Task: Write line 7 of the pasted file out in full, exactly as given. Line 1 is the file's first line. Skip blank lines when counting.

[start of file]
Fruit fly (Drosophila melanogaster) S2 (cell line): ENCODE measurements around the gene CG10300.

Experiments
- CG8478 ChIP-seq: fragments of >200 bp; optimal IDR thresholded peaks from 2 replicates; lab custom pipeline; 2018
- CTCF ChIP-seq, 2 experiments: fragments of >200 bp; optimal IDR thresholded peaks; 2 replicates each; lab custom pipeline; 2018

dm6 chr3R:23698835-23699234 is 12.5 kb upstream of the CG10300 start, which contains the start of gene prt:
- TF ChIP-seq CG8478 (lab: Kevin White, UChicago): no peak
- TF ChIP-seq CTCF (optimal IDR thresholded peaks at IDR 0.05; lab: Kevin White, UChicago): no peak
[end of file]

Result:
- TF ChIP-seq CTCF (optimal IDR thresholded peaks at IDR 0.05; lab: Kevin White, UChicago): no peak